Saturday, September 5, 2009

Independent Study

This semester I have decided to do an independent study with Professor Jeff Erickson.

The project we are working on (like several of the projects I have worked on in the past) involves numerical simulations of physical systems. Consider a function F(x,t) which represents the value of a particular physical variable at a particular point in space (x) at a given time (t). For example, in an application modeling heat transfer, F could represent the temperature at a given point in the material. The function F is defined by a set of initial conditions (at t=0) and then a set of differential equations that define how the value of F at each point x changes over time. The goal is to calculate (or at least estimate) the values of F over time.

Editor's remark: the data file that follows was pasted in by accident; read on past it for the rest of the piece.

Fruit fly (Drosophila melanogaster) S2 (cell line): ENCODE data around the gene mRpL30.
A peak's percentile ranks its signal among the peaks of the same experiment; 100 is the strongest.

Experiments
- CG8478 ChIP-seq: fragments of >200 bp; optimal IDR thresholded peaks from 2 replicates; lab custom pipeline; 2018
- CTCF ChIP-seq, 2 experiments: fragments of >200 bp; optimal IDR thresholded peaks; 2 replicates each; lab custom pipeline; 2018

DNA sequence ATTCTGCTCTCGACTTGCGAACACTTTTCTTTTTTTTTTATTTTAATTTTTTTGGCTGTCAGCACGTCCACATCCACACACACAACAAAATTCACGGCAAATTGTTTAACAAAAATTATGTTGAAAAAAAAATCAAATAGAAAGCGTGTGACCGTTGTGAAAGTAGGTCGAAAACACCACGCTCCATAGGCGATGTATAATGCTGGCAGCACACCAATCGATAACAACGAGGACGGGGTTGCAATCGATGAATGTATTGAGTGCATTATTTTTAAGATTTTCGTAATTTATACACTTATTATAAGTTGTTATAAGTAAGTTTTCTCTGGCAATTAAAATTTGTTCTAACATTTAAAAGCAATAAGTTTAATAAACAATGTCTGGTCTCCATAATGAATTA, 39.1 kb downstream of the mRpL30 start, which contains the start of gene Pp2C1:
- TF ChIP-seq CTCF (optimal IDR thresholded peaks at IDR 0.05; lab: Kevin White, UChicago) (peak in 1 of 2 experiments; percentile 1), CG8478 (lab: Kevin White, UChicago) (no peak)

Of course there are an infinite number of different values of X, and so an infinite number of variables to track. In order to solve this problem it is necessary to divide the region of interest up into a large number of smaller "cells," and keep track of one value at each cell. The pattern of cells is referred to as a "mesh". In a one dimensional case the "mesh" is trivial, but in a two dimensional problem there are lots of different mesh patterns, such as a square grid or a triangular grid. (I worked on a project with exactly this theme several years ago.)

One way of understanding the point of the "mesh" is by analogy to wargames like Dungeons + Dragons. In a real battle, movement is continuous, but in the game it is necessary to approximate that continuous movement by a discrete grid. And the shape of that grid (square in D+D, hexagonal in many other war games) is like the "mesh", and each point in that mesh is dealt with separately.